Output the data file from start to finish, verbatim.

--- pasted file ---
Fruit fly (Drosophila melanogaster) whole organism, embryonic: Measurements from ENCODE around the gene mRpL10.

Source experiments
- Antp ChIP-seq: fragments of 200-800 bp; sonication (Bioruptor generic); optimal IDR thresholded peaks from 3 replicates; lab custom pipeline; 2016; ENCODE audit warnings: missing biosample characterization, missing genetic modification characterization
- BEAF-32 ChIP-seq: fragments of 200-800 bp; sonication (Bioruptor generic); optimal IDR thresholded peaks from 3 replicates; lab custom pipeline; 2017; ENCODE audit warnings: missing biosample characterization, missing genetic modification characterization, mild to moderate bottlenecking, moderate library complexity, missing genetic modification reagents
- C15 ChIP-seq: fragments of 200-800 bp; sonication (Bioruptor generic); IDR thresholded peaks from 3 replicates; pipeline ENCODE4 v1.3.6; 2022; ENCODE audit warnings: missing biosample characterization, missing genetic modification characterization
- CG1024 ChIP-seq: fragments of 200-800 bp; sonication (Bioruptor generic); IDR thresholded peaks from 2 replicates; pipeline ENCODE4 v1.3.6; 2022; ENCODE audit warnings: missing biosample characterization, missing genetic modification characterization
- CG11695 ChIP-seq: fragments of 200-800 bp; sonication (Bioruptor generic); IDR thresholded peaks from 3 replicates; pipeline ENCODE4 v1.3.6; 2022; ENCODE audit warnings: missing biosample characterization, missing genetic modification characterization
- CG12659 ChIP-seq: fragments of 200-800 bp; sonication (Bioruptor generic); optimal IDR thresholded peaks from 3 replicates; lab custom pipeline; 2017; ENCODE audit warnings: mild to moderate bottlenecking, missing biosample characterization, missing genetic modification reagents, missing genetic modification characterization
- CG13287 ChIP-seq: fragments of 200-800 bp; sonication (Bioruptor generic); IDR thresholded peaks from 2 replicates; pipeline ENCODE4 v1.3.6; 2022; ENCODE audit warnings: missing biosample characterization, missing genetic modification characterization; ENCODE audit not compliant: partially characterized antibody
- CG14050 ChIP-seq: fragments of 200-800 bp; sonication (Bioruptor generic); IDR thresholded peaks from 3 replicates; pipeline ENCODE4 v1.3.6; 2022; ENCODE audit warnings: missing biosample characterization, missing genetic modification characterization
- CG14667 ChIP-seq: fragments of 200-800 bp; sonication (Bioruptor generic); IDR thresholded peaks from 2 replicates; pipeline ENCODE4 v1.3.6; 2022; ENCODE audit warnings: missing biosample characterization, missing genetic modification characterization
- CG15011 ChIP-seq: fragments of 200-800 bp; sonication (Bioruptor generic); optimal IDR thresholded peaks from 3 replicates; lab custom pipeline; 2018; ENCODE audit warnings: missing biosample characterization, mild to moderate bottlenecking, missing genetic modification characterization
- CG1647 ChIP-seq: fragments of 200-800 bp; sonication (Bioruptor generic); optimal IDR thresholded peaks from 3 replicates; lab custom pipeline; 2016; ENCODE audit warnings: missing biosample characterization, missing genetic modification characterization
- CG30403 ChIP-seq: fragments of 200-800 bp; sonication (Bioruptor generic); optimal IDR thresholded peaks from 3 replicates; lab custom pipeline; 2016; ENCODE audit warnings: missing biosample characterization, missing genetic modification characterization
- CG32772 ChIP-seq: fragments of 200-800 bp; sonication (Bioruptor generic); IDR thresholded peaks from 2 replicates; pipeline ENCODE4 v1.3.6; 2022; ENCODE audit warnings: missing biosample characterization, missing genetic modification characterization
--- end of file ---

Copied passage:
Fruit fly (Drosophila melanogaster) whole organism, embryonic: Measurements from ENCODE around the gene mRpL10.

Source experiments
- Antp ChIP-seq: fragments of 200-800 bp; sonication (Bioruptor generic); optimal IDR thresholded peaks from 3 replicates; lab custom pipeline; 2016; ENCODE audit warnings: missing biosample characterization, missing genetic modification characterization
- BEAF-32 ChIP-seq: fragments of 200-800 bp; sonication (Bioruptor generic); optimal IDR thresholded peaks from 3 replicates; lab custom pipeline; 2017; ENCODE audit warnings: missing biosample characterization, missing genetic modification characterization, mild to moderate bottlenecking, moderate library complexity, missing genetic modification reagents
- C15 ChIP-seq: fragments of 200-800 bp; sonication (Bioruptor generic); IDR thresholded peaks from 3 replicates; pipeline ENCODE4 v1.3.6; 2022; ENCODE audit warnings: missing biosample characterization, missing genetic modification characterization
- CG1024 ChIP-seq: fragments of 200-800 bp; sonication (Bioruptor generic); IDR thresholded peaks from 2 replicates; pipeline ENCODE4 v1.3.6; 2022; ENCODE audit warnings: missing biosample characterization, missing genetic modification characterization
- CG11695 ChIP-seq: fragments of 200-800 bp; sonication (Bioruptor generic); IDR thresholded peaks from 3 replicates; pipeline ENCODE4 v1.3.6; 2022; ENCODE audit warnings: missing biosample characterization, missing genetic modification characterization
- CG12659 ChIP-seq: fragments of 200-800 bp; sonication (Bioruptor generic); optimal IDR thresholded peaks from 3 replicates; lab custom pipeline; 2017; ENCODE audit warnings: mild to moderate bottlenecking, missing biosample characterization, missing genetic modification reagents, missing genetic modification characterization
- CG13287 ChIP-seq: fragments of 200-800 bp; sonication (Bioruptor generic); IDR thresholded peaks from 2 replicates; pipeline ENCODE4 v1.3.6; 2022; ENCODE audit warnings: missing biosample characterization, missing genetic modification characterization; ENCODE audit not compliant: partially characterized antibody
- CG14050 ChIP-seq: fragments of 200-800 bp; sonication (Bioruptor generic); IDR thresholded peaks from 3 replicates; pipeline ENCODE4 v1.3.6; 2022; ENCODE audit warnings: missing biosample characterization, missing genetic modification characterization
- CG14667 ChIP-seq: fragments of 200-800 bp; sonication (Bioruptor generic); IDR thresholded peaks from 2 replicates; pipeline ENCODE4 v1.3.6; 2022; ENCODE audit warnings: missing biosample characterization, missing genetic modification characterization
- CG15011 ChIP-seq: fragments of 200-800 bp; sonication (Bioruptor generic); optimal IDR thresholded peaks from 3 replicates; lab custom pipeline; 2018; ENCODE audit warnings: missing biosample characterization, mild to moderate bottlenecking, missing genetic modification characterization
- CG1647 ChIP-seq: fragments of 200-800 bp; sonication (Bioruptor generic); optimal IDR thresholded peaks from 3 replicates; lab custom pipeline; 2016; ENCODE audit warnings: missing biosample characterization, missing genetic modification characterization
- CG30403 ChIP-seq: fragments of 200-800 bp; sonication (Bioruptor generic); optimal IDR thresholded peaks from 3 replicates; lab custom pipeline; 2016; ENCODE audit warnings: missing biosample characterization, missing genetic modification characterization
- CG32772 ChIP-seq: fragments of 200-800 bp; sonication (Bioruptor generic); IDR thresholded peaks from 2 replicates; pipeline ENCODE4 v1.3.6; 2022; ENCODE audit warnings: missing biosample characterization, missing genetic modification characterization